Hildenbrandt's case is the second involving the meeting at The Broadmoor hotel and the city's decision to install a security zone that spanned two blocks around the hotel.
In a prior, unrelated case, six activists with Citizens for Peace in Space argued they should have been allowed to protest in public areas inside the security zone. But the group, aided by the American Civil Liberties Union of Colorado, lost in August, with a federal judge siding with the city's security concerns.
That case is being appealed, says Mark Silverstein, ACLU legal director.
Hildenbrandt, a geotechnical engineer from Black Forest, says he didn't go to the area as a peace activist, but merely came to see the spectacle of the protesters and police.
"We just wanted to see what was happening," he says.
But he and a friend, Curt Curtis, were arrested on Oct. 8, 2003. Police alleged that the two men ventured into the security zone.
The criminal charges later were dropped, and Hildenbrandt's lawyer claimed the city's case was weak.
Hildenbrandt then lodged a civil case on the grounds that his reputation was damaged, and that his legal defense was costly.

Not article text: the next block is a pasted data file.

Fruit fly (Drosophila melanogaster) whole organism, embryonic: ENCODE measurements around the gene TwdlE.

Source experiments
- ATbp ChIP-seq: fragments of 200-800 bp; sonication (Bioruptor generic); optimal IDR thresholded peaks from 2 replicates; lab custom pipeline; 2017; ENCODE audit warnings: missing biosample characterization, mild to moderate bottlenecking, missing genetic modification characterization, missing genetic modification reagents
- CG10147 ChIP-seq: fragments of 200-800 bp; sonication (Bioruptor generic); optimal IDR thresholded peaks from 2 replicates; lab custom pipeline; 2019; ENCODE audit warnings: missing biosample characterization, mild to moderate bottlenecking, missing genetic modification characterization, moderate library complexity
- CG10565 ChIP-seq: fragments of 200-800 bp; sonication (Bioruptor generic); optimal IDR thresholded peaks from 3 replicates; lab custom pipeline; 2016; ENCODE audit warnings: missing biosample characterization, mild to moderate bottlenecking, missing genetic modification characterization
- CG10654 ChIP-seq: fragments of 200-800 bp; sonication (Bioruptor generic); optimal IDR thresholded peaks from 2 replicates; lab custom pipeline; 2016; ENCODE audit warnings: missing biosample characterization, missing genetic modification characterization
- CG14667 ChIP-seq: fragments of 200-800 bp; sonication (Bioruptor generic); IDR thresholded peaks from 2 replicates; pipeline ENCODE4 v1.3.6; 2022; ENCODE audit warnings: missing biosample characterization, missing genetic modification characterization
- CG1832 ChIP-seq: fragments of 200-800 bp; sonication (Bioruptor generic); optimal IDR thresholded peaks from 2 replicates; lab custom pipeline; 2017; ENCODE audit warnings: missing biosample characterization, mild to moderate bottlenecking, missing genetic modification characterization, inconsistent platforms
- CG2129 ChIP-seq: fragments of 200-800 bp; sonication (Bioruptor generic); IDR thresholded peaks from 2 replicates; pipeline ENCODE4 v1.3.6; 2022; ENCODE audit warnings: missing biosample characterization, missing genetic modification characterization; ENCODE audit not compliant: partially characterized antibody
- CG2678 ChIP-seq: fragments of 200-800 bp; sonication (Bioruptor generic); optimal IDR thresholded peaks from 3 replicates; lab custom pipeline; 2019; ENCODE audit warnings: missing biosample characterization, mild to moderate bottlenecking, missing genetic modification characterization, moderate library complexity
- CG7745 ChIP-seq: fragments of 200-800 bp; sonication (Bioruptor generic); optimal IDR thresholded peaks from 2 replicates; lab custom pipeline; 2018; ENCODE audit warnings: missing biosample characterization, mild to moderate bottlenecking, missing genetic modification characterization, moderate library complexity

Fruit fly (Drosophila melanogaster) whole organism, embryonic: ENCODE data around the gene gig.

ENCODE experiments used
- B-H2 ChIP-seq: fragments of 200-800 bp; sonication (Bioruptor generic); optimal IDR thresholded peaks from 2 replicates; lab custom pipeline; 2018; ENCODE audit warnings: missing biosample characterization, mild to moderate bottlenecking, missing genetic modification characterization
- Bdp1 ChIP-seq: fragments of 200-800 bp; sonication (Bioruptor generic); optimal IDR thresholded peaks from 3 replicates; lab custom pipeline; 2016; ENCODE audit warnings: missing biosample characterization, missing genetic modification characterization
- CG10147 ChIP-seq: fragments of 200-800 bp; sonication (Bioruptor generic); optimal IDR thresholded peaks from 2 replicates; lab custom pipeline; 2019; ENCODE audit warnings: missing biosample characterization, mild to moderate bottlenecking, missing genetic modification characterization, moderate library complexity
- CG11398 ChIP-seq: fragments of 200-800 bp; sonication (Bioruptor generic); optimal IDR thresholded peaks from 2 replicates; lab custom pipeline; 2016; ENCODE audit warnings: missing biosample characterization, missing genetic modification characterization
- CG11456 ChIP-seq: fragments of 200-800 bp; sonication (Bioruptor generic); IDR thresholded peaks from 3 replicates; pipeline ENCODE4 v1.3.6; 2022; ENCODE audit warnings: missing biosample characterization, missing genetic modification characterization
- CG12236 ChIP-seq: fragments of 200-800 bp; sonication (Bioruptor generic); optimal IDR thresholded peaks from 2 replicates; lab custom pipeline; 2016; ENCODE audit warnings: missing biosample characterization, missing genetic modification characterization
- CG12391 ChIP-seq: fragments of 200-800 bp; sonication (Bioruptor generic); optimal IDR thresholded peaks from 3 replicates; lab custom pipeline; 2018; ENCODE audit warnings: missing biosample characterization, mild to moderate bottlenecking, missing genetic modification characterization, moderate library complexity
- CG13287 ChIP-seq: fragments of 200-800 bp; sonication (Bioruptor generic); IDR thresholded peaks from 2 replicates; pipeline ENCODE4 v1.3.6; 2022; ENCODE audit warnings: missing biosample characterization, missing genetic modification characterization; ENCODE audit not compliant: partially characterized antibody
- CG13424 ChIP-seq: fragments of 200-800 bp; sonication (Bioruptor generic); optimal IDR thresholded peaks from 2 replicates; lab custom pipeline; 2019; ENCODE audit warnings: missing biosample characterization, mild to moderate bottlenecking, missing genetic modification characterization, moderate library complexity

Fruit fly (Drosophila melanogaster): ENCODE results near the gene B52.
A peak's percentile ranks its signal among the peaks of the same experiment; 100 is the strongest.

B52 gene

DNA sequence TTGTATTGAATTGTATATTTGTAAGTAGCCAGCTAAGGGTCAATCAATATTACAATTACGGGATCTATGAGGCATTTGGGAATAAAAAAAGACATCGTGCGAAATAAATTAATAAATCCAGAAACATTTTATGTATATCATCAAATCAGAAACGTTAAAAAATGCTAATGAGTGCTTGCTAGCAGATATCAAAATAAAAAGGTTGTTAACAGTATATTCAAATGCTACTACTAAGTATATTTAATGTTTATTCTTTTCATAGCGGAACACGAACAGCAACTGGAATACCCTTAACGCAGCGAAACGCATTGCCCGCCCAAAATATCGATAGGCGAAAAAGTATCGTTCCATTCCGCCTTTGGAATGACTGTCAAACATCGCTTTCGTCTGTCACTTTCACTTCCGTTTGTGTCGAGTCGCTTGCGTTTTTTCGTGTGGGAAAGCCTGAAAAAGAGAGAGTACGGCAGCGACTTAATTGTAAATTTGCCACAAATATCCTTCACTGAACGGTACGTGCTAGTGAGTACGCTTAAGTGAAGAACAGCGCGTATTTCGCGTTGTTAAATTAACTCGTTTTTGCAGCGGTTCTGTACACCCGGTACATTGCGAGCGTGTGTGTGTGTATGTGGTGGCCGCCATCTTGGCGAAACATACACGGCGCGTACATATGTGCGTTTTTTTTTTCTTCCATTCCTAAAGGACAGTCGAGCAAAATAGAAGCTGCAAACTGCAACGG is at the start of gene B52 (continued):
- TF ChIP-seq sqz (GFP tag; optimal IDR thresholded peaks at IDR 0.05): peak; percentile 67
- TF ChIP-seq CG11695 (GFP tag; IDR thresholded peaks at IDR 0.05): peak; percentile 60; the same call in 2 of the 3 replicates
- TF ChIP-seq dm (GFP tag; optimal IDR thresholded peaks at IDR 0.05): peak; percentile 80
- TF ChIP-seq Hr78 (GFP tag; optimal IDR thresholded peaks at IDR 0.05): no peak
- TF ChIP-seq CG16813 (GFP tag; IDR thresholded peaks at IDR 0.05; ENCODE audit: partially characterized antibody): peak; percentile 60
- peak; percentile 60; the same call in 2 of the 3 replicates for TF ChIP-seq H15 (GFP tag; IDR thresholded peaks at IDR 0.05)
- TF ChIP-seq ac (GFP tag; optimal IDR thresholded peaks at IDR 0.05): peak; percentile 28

In February, Thomas Marrese, a city attorney, offered to settle the case for $5,000, but Hildenbrandt said the amount wasn't enough.
Last month, a federal magistrate in Denver concluded that the trial could go forward on the basis that Hildenbrandt's right to assemble on city streets appears to be at issue.
Hildenbrandt, who is seeking a jury trial, says if he wins, the case could have implications for activists who want to protest the government.
"The case could be referenced in other similar cases around the country," he notes.
Marrese could not be reached, but in the past has described Hildenbrandt's lawsuit as "frivolous."
-- Michael de Yoanna
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